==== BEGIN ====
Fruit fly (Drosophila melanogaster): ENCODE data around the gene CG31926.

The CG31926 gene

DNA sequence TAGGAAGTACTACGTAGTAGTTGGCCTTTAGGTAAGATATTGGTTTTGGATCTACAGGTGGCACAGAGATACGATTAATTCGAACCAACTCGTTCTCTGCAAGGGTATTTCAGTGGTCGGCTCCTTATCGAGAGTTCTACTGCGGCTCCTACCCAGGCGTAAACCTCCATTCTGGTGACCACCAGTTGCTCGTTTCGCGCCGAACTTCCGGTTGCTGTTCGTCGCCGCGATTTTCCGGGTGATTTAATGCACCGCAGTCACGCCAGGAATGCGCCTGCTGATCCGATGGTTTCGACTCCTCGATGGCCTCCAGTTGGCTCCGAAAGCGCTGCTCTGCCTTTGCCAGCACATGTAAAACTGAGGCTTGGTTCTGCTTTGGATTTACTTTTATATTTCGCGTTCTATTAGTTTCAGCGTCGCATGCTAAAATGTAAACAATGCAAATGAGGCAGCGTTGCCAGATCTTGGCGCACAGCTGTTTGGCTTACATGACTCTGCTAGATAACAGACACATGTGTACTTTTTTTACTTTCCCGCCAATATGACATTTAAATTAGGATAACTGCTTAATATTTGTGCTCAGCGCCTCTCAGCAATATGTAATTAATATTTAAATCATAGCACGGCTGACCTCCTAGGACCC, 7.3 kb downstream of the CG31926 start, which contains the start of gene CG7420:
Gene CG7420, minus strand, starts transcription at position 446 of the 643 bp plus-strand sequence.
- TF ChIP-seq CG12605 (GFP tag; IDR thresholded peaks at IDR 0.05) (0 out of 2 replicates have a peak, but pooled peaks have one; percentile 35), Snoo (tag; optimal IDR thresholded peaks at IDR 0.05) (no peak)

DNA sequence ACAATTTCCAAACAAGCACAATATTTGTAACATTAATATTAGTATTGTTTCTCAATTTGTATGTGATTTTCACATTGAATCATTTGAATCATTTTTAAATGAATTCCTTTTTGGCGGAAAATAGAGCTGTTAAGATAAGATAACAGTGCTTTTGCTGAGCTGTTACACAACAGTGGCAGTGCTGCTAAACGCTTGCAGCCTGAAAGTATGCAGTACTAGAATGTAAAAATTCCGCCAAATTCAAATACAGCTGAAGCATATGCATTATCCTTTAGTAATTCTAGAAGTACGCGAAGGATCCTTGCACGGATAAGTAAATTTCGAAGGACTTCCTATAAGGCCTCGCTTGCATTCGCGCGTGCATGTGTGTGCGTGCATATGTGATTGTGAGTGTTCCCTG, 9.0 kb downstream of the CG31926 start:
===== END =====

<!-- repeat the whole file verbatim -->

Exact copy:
Fruit fly (Drosophila melanogaster): ENCODE data around the gene CG31926.

The CG31926 gene

DNA sequence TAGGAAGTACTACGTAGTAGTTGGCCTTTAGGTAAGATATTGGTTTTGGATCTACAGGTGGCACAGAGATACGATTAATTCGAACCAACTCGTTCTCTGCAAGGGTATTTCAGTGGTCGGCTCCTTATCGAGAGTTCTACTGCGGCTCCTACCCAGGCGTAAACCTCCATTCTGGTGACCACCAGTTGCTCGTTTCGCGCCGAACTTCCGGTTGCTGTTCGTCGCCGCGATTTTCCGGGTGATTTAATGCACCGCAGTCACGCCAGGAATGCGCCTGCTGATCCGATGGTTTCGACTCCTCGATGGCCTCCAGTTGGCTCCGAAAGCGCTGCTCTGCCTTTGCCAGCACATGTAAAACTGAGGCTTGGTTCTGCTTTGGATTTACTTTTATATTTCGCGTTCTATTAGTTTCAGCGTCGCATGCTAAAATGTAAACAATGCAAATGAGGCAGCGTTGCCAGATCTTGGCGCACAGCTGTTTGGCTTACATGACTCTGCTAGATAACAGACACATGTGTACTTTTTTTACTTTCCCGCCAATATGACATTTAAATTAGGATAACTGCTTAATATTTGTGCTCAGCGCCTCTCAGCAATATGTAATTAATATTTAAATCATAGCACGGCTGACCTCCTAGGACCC, 7.3 kb downstream of the CG31926 start, which contains the start of gene CG7420:
Gene CG7420, minus strand, starts transcription at position 446 of the 643 bp plus-strand sequence.
- TF ChIP-seq CG12605 (GFP tag; IDR thresholded peaks at IDR 0.05) (0 out of 2 replicates have a peak, but pooled peaks have one; percentile 35), Snoo (tag; optimal IDR thresholded peaks at IDR 0.05) (no peak)

DNA sequence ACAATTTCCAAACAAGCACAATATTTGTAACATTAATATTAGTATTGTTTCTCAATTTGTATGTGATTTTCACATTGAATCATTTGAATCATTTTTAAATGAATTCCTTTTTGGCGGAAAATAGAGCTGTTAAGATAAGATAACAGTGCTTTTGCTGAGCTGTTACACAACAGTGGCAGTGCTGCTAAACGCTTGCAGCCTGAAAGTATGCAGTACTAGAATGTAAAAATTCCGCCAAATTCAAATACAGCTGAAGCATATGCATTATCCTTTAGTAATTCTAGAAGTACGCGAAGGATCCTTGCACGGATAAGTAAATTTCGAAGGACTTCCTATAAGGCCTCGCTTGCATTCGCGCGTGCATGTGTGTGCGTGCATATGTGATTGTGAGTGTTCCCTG, 9.0 kb downstream of the CG31926 start: